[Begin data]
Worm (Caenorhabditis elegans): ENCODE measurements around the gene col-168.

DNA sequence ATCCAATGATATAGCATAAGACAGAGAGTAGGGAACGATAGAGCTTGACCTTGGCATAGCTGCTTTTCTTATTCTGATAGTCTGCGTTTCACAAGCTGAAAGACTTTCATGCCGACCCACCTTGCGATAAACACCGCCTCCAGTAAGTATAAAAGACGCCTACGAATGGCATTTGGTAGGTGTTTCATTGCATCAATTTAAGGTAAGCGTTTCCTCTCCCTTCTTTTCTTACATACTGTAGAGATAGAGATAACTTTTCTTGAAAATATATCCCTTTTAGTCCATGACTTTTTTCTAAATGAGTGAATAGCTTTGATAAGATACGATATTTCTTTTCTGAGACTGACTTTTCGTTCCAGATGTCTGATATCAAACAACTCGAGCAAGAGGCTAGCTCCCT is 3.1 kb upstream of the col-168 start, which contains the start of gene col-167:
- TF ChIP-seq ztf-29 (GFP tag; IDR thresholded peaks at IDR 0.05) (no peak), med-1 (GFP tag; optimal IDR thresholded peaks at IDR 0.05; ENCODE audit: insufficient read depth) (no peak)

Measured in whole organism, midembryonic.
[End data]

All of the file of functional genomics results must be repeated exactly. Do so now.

Worm (Caenorhabditis elegans): ENCODE measurements around the gene col-168.

DNA sequence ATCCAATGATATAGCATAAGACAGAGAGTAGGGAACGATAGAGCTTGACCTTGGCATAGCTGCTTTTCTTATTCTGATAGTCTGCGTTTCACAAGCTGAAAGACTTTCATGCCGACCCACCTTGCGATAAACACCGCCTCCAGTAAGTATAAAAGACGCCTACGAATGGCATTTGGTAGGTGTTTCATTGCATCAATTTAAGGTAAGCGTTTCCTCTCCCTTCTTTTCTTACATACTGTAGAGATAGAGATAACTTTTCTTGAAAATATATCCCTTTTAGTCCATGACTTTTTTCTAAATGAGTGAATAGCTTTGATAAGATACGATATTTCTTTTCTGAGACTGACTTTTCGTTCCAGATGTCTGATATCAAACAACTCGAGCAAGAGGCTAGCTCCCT is 3.1 kb upstream of the col-168 start, which contains the start of gene col-167:
- TF ChIP-seq ztf-29 (GFP tag; IDR thresholded peaks at IDR 0.05) (no peak), med-1 (GFP tag; optimal IDR thresholded peaks at IDR 0.05; ENCODE audit: insufficient read depth) (no peak)

Measured in whole organism, midembryonic.